|V/Q scan with “near normal-to-normal” cut-off for PE||7||98% (97 to 99.5)||4.8% (4.7 to 4.9)||1.03||0.42|
*Sensitivity and specificity were weighted using a random-effects model. Diagnostic terms defined in Glossary; LRs calculated using the weighted summary estimates of sensitivity and specificity in the article.
You are asked to see a patient with suspected PE who you determine has a moderate pretest probability (24% to 32%) for PE based on a standardized clinical prediction rule (1). Should you order a V/Q scan or helical CT? You know that a V/Q scan provides an indeterminate (or nondiagnostic) result in up to 75% of patients with suspected PE, and helical CT may not be adequate to detect small, subsegmental clots that may be important (2).
Hayashino and colleagues' clever use of a summary ROC curve analysis allows comparison of helical CT with V/Q scan by collapsing V/Q scan results into positive and negative results. The results suggest that, overall, helical CT is more sensitive and better at ruling out PE, irrespective of how the V/Q scan was reported. It is noteworthy, however, that a “near normal-to-normal” V/Q scan has adequate discriminatory power to exclude PE (sensitivity 98%, negative likelihood ratio 0.46) and is a reasonable alternative to rule out PE when helical CT is contraindicated (e.g., patients with impaired renal function). The 2 tests have similar specificities that allow ruling in PE when V/Q is reported as “high probability” for PE. Hayashino and colleagues provided posttest probabilities based on low, medium, and high clinical suspicion, which makes this a practical review. If a patient with a moderate pretest clinical probability of PE has a negative helical CT, the posttest probability is still 5.5%, and is 11.6% with a near normal-to-normal V/Q scan. If the helical CT is positive, the posttest probability is 84%—the same as that of a high-probability V/Q scan.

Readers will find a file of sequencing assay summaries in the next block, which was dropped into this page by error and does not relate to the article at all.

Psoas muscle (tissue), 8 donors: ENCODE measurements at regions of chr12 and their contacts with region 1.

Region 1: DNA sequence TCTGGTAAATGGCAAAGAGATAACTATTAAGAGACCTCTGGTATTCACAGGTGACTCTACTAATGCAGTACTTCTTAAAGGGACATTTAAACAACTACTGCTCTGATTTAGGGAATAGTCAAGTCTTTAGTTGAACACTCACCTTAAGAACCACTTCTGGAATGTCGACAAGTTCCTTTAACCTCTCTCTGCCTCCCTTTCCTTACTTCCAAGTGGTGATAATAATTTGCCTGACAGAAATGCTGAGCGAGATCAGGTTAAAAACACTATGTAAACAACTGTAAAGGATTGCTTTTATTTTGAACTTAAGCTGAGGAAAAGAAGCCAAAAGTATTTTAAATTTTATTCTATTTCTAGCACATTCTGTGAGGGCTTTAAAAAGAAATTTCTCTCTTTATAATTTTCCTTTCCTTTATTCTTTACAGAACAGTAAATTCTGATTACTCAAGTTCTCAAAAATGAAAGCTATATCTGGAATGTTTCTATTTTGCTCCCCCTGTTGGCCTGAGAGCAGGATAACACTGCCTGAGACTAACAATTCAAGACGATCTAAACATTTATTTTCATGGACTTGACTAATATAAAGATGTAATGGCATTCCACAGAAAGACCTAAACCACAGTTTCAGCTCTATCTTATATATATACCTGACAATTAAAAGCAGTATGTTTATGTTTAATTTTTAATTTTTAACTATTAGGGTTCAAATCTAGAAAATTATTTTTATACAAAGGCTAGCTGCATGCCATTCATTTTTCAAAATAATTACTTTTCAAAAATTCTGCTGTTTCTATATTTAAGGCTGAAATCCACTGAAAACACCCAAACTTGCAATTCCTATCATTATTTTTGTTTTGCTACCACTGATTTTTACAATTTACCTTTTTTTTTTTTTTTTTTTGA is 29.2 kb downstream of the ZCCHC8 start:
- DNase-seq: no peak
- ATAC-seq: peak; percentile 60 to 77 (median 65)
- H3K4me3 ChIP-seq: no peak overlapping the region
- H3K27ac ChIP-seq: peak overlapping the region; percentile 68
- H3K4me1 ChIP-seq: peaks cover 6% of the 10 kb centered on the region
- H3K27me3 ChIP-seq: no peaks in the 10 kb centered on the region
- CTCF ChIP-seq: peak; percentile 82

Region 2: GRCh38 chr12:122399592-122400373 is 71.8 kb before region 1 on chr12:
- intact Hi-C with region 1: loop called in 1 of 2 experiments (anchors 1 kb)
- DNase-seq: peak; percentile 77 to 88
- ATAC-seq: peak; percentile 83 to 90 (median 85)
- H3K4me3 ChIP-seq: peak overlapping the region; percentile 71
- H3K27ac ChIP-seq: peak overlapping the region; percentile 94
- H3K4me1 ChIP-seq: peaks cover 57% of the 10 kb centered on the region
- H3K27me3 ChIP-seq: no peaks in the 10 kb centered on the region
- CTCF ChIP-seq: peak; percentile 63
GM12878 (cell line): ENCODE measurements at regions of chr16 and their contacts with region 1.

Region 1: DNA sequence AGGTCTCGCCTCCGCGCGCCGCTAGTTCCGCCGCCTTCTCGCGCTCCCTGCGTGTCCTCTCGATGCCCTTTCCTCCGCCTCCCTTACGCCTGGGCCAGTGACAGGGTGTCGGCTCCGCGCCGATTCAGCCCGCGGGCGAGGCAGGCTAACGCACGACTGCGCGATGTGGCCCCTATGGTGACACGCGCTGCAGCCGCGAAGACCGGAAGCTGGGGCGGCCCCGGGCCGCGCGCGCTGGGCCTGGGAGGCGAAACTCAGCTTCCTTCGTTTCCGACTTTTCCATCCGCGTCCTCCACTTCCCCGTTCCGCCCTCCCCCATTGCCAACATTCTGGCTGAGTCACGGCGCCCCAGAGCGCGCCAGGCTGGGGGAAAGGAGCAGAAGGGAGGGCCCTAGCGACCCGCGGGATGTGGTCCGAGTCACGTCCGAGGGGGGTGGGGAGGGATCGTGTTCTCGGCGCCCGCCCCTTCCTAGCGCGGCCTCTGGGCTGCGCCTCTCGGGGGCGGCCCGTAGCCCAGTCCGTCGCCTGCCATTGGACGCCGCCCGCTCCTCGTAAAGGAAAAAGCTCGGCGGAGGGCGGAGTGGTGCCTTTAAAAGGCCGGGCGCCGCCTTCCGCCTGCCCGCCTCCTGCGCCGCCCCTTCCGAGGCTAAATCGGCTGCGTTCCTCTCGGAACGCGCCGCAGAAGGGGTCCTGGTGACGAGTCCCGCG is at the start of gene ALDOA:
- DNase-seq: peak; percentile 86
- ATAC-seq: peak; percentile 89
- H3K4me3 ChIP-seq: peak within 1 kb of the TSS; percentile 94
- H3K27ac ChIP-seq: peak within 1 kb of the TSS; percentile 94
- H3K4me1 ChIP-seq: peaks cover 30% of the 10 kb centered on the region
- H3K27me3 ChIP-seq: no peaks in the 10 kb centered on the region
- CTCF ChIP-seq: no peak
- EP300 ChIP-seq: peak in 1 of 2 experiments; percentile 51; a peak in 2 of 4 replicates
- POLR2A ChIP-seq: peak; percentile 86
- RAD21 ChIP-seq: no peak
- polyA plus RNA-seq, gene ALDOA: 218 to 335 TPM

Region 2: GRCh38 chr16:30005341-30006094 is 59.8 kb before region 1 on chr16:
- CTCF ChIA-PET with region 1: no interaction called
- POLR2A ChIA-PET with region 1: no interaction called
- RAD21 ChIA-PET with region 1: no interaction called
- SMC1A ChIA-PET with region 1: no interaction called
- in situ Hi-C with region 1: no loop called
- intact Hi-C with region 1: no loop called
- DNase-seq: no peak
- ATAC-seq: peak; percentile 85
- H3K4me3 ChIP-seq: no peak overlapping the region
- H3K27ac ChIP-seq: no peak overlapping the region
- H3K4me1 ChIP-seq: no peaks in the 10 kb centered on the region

The authors appropriately discuss the limitations of this process and the fact that all CT data reflected single-slice imaging. Today, most CT scans use 4- to 64-slice imaging, providing greater imaging resolution and the added ability to detect other diseases. We eagerly await the results of the Prospective Investigation of Pulmonary Embolism Diagnosis (PIOPED) II trial, which used multislice CTs and scanning of the pelvic and thigh veins, to see if this mode is useful in patients with moderate clinical suspicion of PE. It seems from this review that both tests are useful when clinical suspicion and test results are concordant.
Scott Kaatz, DO
Jack Buckley, MD
Henry Ford Health System
Detroit, Michigan, USA
1. Wells PS, Ginsberg JS, Anderson DR, et al. Use of a clinical model for safe management of patients with suspected pulmonary embolism. Ann Intern Med. 1998;129:997-1005. [PubMed ID: 9867786]
2. Mullins MD, Becker DM, Hagspiel KD, Philbrick JT. The role of spiral volumetric computed tomography in the diagnosis of pulmonary embolism. Arch Intern Med. 2000;160:293-8. [PubMed ID: 10668830]